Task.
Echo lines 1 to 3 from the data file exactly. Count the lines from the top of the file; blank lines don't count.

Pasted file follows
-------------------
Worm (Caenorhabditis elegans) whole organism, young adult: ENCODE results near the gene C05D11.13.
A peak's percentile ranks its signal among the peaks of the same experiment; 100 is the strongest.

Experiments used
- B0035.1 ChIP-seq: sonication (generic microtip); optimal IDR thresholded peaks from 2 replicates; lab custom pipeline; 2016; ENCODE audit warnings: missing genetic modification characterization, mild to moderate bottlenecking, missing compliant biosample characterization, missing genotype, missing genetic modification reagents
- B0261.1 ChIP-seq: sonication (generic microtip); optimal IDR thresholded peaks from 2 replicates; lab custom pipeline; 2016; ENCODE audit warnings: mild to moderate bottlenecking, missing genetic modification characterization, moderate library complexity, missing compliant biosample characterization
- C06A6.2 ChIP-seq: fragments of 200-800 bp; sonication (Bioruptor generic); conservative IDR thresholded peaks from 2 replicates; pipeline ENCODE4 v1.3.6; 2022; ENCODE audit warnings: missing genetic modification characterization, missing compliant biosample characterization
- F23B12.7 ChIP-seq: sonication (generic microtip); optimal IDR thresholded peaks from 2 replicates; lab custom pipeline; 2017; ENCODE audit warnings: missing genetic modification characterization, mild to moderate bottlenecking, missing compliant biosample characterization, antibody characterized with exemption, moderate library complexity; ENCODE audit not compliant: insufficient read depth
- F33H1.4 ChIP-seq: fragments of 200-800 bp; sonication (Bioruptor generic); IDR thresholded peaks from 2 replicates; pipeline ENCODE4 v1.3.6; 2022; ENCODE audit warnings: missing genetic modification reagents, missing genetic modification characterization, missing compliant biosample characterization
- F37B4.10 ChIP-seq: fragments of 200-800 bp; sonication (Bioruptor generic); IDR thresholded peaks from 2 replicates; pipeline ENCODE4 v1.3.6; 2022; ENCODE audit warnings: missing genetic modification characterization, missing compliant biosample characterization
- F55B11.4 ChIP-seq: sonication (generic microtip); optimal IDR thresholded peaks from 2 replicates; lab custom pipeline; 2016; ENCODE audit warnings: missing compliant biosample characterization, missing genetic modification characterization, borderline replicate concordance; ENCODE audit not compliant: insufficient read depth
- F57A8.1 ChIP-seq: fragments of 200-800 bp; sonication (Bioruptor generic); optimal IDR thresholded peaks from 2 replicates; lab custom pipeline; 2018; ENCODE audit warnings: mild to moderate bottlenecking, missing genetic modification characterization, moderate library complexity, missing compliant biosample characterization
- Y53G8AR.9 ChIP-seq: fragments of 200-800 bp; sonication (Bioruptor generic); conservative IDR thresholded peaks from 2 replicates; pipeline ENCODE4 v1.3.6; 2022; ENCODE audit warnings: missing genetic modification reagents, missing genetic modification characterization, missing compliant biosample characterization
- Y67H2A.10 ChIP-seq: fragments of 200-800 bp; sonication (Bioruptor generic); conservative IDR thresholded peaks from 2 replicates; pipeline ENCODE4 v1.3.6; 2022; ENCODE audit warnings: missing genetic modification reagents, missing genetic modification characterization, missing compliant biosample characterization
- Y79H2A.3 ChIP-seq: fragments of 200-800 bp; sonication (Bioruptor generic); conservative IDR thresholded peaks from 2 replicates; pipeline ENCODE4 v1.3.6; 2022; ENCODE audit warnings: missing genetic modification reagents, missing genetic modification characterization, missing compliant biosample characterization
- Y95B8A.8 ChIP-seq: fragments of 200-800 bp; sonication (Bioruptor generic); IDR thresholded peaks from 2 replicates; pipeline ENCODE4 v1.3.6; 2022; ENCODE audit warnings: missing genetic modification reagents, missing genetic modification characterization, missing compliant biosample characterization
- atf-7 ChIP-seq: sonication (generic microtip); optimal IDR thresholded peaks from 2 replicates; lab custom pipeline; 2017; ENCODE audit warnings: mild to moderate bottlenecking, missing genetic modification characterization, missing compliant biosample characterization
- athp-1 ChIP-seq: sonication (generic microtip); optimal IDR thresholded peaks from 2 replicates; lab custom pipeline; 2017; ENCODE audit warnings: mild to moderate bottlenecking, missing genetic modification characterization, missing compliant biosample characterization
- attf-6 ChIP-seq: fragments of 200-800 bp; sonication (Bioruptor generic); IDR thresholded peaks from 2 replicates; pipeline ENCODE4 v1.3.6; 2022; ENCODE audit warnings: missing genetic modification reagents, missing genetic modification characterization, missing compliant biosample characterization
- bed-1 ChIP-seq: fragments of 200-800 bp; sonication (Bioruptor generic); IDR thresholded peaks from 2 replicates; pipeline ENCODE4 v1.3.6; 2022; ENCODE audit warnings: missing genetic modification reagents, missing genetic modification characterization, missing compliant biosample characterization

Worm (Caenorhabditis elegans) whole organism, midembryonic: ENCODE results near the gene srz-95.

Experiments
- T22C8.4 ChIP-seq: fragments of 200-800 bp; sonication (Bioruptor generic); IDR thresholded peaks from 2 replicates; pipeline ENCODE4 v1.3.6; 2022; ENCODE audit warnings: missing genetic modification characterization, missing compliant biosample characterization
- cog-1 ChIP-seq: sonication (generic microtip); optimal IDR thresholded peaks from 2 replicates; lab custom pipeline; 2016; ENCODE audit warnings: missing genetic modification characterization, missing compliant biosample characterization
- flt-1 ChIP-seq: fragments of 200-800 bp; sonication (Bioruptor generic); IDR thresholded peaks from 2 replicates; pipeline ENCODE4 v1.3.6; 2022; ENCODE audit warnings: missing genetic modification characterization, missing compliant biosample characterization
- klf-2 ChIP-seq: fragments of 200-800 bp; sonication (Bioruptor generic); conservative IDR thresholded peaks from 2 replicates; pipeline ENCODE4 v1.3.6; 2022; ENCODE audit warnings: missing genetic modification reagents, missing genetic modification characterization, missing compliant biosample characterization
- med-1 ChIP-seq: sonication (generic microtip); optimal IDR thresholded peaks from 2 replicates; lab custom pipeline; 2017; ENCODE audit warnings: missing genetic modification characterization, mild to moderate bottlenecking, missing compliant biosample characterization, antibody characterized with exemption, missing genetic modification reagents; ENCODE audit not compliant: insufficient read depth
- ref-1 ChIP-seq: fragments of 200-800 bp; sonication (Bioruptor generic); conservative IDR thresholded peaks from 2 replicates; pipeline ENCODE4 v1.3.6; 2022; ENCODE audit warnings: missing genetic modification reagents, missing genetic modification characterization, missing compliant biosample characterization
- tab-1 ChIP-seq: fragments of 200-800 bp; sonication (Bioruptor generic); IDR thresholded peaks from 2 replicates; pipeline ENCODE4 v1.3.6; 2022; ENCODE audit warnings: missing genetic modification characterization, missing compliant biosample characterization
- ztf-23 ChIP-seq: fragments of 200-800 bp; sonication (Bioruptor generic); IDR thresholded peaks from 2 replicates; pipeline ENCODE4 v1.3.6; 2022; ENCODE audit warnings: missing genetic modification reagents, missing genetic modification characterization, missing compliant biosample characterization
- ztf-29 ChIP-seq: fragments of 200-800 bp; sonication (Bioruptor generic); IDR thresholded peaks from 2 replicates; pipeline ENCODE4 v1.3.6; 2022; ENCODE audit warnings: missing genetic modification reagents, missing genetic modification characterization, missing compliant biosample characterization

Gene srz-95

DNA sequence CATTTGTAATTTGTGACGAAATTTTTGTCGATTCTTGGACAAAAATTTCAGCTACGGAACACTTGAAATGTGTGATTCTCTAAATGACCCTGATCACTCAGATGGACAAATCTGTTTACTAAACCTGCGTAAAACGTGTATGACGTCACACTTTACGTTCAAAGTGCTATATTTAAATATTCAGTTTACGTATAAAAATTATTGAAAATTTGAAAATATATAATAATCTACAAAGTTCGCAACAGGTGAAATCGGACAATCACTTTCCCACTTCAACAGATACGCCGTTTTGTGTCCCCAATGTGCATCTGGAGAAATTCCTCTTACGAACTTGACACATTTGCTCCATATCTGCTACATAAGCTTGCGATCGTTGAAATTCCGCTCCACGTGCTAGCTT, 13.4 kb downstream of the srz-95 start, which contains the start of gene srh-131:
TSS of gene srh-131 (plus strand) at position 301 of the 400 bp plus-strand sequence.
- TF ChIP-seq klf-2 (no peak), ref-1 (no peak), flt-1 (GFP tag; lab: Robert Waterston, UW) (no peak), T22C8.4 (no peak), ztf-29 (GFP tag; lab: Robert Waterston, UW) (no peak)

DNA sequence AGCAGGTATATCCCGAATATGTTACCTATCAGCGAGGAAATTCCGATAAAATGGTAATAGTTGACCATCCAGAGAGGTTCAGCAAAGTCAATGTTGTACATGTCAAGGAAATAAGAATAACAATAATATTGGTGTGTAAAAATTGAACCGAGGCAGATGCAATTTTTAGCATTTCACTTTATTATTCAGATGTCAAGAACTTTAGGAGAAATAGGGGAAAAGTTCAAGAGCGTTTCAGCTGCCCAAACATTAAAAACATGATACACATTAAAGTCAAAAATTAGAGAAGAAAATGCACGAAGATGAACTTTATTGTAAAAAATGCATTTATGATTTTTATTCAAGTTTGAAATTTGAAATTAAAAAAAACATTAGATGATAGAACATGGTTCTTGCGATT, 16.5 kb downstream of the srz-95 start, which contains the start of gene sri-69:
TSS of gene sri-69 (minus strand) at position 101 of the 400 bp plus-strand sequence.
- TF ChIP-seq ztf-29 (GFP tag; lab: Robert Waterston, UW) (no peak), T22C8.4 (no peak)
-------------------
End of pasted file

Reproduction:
Worm (Caenorhabditis elegans) whole organism, young adult: ENCODE results near the gene C05D11.13.
A peak's percentile ranks its signal among the peaks of the same experiment; 100 is the strongest.

Experiments used